So I ran the Bangalore Marathon last weekend. While it was my 13th overall, but first one in Bangalore. And debut run in beautiful city of Namma Bengaluru, did not go as per plan. While a sub4 was difficult from the start (as per my coach and I had not practiced well enough for it) but I was hoping that I would end somewhere close to my pb (personal best) of 4:11. But I ended way off mark of that with a timing of 4:29.
So what happened? I was going really well with timing of 57mins for first 10k, 2:04 for 21k and a really impressive 3:04 for 31k. But I ended up taking all of 1:25 for the last 11k. Well, as there are not many seasoned runners in this group (at least among those who write and comment on my post), I will avoid more details. The bottomline- I did not have a good run.
I was self ruminating after the run and dear friend and a fellow runner messaged stating that he was happy to see me finish the marathon, but was surprised by the timing. He asked me what happened? It made me think, is it necessary to expect every time to be a great run?
- Isn’t that similar to expecting Sachin Tendulkar (the GOD of cricket) to score century every time he comes in to bat?
- Is it any way different from expecting our child to do well (maybe even top the class) for every test in every subject in every grade, every year?
- Or is it not same as when we go to our favourite restaurant and get lip-smacking finger licking food every time?
- Or is it not similar to expecting Hetal to come with awe-inspiring and motivating content in every post of his?
- How is it different from us expecting hundreds of views, thousands of likes and tens of comments (at least) to our every post on each platform, ALL THE TIME?
Well, since all the other situations are unrealistic, so is my expectation to do well in every race.
Wouldn’t life get very boring, if we do consistently well and improve on our record every-time?
Many might remember the phase of dominance by the West Indies team in cricket, followed by the mighty Aussies. Now we are in a phase where, on a given day in a specific format, anyone can win the match. Isn’t that more exciting?
Not because I am a Federer fan, but I love upsets and hope an underdog player every-time to beat Nadal in the French Open and Djokovic in all tournaments. I have nothing against either of them, but I would rather have a more level playing field.
Now while I have talked about the bane of expectations, I have also talked about a level playing field, which is good for the game and good for the individuals as well. Even a Nadal and Djokovic, any-day, would prefer a fair, competitive game rather than someone giving in easily. And boy, do they really hate when they get a walkover or the opponent is injured during the game – they actually feel that they were denied a more righteous win.
The other major problem with expectations is that it ceases to be ‘fun activity’. Yes, many of you might not be able to understand how running 42.2kms over four and a half hours can be fun in the first place. Even if one finishes it in 4 hours with a smile at the end. I honestly felt that the run was fun while the going was good. However, at the 34km mark, when I was sure of missing the sub4 mark and even getting a new pb looked unlikely, the race became a bit a drag after that. I was like – let’s just get done with it. But funnily enough (and its happened the first time), I was very emotional at the end and actually cried for a few minutes. Just realising that the effort, the practice runs, the anxious moments all the way, had finally ended and I can get back to normal, humdrum (read boring) life!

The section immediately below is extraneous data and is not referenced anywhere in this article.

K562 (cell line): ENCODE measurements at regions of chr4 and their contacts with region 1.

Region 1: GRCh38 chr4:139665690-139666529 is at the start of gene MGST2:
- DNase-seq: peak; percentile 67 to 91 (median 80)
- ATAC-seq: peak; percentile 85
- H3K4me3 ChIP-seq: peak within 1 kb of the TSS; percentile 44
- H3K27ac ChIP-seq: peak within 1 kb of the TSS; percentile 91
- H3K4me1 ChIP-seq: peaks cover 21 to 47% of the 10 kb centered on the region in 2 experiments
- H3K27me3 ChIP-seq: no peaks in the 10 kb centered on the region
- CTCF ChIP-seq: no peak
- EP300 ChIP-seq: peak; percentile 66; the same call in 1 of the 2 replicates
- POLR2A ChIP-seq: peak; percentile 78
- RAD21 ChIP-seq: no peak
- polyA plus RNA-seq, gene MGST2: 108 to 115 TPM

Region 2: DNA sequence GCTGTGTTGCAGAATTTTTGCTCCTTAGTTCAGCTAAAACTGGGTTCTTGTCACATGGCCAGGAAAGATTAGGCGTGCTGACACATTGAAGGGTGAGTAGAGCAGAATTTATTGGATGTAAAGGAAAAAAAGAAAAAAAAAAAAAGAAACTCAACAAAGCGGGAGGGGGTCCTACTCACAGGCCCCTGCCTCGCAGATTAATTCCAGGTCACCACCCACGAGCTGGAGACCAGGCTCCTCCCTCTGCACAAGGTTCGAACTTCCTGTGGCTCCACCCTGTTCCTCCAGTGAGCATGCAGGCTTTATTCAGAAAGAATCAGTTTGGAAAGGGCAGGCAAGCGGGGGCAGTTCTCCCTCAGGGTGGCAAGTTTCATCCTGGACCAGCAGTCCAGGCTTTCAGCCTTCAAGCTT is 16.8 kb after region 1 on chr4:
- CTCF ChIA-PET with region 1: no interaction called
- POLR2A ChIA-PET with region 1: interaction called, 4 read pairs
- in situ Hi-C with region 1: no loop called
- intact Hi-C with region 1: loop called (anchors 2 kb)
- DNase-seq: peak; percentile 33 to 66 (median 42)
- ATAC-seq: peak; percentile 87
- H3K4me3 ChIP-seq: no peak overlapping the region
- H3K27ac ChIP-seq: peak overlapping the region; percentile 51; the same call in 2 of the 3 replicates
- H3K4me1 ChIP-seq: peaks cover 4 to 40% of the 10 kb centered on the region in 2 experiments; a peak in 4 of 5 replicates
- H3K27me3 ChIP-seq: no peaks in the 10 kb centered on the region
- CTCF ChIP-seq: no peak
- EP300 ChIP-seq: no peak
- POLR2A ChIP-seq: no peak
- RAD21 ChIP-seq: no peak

But typically, disappointments with ourself is directly related to the effort spent behind the activity. If I had not practiced well and did not get a good timing, I might not have felt so sad.
- Less Effort – More Results – LUCK
- More Effort – Less Results – Fate
- Equal Effort – Equal Result – Destiny.
Rather than feeling dejected when we do not get results proportionate to efforts, its fair to blame it on luck (remember, there is also a bad luck 😉 ) rather the rueing our ‘fate’.
I always believe that happiness is in the journey and in the destination. If I was just seeing the finish time as source of happiness, then its just a fleeting moment when I touch the finish line and maybe for a while after that. But if I consider the entire stretch of 42.2kms as ‘pure happiness and bliss’ then I earned 4hours+ of joy. And yes, there is a mystical fun in waking up at 2:30am, reaching start point at 3:30am for the 4am start. And after the finish, enjoy that 20-30 mins long shower, have a sumptuous breakfast to make up for the 3000 odd calories burnt and finally top it all with a nice massage later in the day. What more is needed to be ‘happy’?
In summary, look at every activity with happiness being ‘doing the act’ rather than ‘finishing strong’. Look at the finer elements and work on those, rather than just be laser focused on ending it all right. The long journey and experience of ‘going through’ an act far out-weights the momentary high of finishing something. Especially when the position or rank does not matter, and all you need are passing marks, then do not take up too much pressure.
Have a fabulous weekend and greetings to all who are celebrating string of festivals.